Summer Learning Academy: Project-Based Learning at DMS
Written by: Hannah Song and Emma Wienand
Rising Sixth Grade Students at Dorseyville Middle School
A visitor to Dorseyville Middle School this summer witnessed a different kind of learning: students covered in dirt and armed with saws and pickaxes, PVC pipe and wheelbarrows, designs and models, cameras and tripods, pumps and computers. Students communicated ideas and debated processes for solving the real-world problems in front of them. Their common goal was to design and create a permanent, self-sustaining aquaponics growing system for the school community to enjoy and interact with for years to come.
Hydroponics is a method of growing plants in a water-based, nutrient-rich solution. Hydroponics does not use soil. Instead, the root system is supported in a medium of perlite, rockwool, clay pellets, peat moss, and even PVC tubes or some vermiculite. When the water-based nutrient solution passes through the medium, the plant roots are fertilized and have direct access to oxygen, which is essential for proper plant growth.
Aquaponics is the combination of aquaculture (raising fish in a controlled water environment) and hydroponics (growing plants in water and without soil). To build this integrated system, students are digging two ponds that will be permanent additions to DMS. One will hold tilapia and the other koi. The fish will produce waste that provides organic food for the growing plants. The waste-water from the ponds will be pumped into the greenhouse to feed the plants. After the plants naturally filter the water, it will be pumped back out to the ponds for another cycle. The greenhouse will also be a usable, permanent addition to DMS. Dorseyville Middle School students will update it during the school year as an added component to their curriculum.
Between pickaxing holes, unloading trailers, carrying heavy stones, and building the foundation of the greenhouse, everyone worked very hard for the benefit of the school and are proud of the work they put into it. The students were excited about this project and learned from the process.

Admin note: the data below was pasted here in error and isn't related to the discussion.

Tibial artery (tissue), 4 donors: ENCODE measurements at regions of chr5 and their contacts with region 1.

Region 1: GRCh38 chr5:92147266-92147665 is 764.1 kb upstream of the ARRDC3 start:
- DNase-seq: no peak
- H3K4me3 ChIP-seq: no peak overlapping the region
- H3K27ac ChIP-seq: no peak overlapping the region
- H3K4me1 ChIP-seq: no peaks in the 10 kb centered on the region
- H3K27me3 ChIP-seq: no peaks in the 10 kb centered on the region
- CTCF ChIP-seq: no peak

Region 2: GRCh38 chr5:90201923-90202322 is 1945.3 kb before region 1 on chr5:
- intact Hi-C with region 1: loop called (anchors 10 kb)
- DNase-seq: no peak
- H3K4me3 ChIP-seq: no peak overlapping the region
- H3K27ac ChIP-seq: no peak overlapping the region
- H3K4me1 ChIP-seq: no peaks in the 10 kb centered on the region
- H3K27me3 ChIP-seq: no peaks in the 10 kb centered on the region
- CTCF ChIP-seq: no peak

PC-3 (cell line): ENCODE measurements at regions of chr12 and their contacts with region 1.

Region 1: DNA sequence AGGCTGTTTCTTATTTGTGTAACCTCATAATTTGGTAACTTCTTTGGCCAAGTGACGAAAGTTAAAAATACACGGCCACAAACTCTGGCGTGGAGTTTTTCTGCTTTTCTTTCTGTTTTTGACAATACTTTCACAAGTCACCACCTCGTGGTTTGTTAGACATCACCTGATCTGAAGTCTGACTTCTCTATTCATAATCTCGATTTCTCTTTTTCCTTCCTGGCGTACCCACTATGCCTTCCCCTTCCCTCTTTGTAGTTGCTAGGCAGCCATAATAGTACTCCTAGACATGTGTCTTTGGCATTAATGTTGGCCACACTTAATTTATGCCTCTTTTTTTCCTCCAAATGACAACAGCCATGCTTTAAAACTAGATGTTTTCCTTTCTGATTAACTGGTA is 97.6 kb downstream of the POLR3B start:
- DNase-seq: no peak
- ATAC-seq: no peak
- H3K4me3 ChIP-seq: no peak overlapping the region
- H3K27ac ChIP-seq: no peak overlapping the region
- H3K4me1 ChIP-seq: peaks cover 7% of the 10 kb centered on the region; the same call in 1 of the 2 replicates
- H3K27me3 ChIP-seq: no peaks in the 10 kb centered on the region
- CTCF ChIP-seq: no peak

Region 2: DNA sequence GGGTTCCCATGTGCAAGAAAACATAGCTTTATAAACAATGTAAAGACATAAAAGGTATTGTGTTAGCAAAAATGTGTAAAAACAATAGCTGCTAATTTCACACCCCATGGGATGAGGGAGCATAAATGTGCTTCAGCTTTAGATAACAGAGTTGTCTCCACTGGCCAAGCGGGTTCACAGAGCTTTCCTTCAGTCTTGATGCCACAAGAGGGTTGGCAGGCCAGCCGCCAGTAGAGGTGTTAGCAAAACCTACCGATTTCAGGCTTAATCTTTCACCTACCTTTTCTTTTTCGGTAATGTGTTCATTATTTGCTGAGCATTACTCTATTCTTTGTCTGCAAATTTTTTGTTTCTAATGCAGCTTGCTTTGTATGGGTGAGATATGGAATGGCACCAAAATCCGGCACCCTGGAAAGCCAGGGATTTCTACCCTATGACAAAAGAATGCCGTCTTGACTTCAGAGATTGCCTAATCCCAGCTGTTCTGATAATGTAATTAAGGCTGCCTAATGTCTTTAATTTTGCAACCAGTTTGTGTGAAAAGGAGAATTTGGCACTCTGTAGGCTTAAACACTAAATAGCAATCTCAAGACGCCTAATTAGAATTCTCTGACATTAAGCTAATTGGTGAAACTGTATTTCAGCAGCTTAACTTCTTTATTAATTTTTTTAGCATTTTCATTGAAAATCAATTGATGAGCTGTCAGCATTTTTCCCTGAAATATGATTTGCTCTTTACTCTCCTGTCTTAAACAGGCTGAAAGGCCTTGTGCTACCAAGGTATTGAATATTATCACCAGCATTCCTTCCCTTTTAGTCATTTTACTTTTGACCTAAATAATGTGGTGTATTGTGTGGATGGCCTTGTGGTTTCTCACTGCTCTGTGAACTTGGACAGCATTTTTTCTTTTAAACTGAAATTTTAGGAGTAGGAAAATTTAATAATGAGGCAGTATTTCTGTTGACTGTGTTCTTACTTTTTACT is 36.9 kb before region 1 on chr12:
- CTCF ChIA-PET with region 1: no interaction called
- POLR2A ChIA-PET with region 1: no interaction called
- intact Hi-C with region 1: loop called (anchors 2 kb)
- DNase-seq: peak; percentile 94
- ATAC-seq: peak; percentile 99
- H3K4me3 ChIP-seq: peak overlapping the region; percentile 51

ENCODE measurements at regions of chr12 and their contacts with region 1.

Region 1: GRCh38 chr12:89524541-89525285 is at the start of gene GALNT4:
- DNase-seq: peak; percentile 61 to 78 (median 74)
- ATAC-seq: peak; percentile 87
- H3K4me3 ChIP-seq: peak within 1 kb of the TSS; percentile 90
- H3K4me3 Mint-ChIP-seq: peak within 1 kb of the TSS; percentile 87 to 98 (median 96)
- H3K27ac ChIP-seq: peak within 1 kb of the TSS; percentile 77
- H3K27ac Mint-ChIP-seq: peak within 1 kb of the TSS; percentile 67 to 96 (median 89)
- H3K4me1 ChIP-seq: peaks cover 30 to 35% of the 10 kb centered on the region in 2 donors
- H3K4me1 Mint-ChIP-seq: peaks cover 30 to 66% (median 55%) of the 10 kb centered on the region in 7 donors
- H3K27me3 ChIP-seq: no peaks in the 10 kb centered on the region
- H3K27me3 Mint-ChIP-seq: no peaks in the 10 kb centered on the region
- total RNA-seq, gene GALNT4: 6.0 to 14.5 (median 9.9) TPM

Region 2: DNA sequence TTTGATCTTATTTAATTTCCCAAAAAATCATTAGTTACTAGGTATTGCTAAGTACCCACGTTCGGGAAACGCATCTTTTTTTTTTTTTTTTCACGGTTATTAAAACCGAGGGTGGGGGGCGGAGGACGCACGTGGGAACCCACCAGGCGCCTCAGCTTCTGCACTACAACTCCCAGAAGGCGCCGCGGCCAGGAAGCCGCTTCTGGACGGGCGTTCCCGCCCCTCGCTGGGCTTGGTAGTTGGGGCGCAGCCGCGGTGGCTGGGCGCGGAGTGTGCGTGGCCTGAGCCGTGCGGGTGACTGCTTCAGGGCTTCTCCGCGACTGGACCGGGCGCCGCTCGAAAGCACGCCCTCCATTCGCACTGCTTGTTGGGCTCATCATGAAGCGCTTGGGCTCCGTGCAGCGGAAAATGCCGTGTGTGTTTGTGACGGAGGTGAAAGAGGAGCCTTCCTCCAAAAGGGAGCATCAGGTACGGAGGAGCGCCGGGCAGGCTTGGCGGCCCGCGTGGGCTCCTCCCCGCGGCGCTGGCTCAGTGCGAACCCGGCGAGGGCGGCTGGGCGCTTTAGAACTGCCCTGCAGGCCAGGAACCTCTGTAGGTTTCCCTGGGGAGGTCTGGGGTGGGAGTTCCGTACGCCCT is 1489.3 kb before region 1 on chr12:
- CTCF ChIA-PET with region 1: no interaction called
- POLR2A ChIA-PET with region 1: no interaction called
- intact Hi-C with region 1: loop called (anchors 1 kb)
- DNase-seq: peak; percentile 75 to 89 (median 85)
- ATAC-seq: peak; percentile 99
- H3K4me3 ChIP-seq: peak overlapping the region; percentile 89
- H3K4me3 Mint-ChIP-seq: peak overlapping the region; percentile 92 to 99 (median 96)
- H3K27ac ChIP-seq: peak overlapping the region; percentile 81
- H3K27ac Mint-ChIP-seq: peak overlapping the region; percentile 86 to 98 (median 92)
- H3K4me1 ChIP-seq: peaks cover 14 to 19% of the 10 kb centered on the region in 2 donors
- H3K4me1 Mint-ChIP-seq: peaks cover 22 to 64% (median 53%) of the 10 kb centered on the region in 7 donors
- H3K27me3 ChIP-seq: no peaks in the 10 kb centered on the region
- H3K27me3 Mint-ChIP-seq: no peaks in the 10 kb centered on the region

“Communicating with others is one of the main keys of being successful in this project,” said Alayna Warneke who will be a seventh grader this fall.
They also discovered their own hidden talents and admired each other’s hard work. In no time at all, conversations changed from “What’s that?” to “I’ll do it!”
In order to complete this large-scale project, the 48 students were divided into working groups: the builders, the farmers, the media team, and the site planners.
The builders spent most of their time working outside, plotting and digging holes for the pond, arranging a pond wall, and putting together PVC pipes and a wooden base for the greenhouse. “It was fun working with other people to create something that will outlast our time here at DMS,” said Matt Sheeler, a member of the build team who will be entering eighth grade.
The farmers researched various types of plants and fish, such as tilapia and koi, that can thrive in the hydroponics greenhouse environment. They designed a presentation to educate the other students and teachers about what they learned and also designed and built hydroponic plant holders.
The media team took and edited pictures and videos. They put together a slideshow of each group’s progress and the overall process of the project (and wrote this article!)
The site planners repurposed barrels from a local carwash and turned them into decorative rain barrels with different themes. One theme consists of triangle shapes encircling the barrel. They are different shades of blue with fish in the middle. “Once I take the tape off, it will be like fish swimming in individual ponds,” said the creator, Natalia Maciak, who will enter eighth grade this fall. The rain barrels will collect the rain from the roof of the greenhouse. The rain collected will be used to replenish evaporated pond water.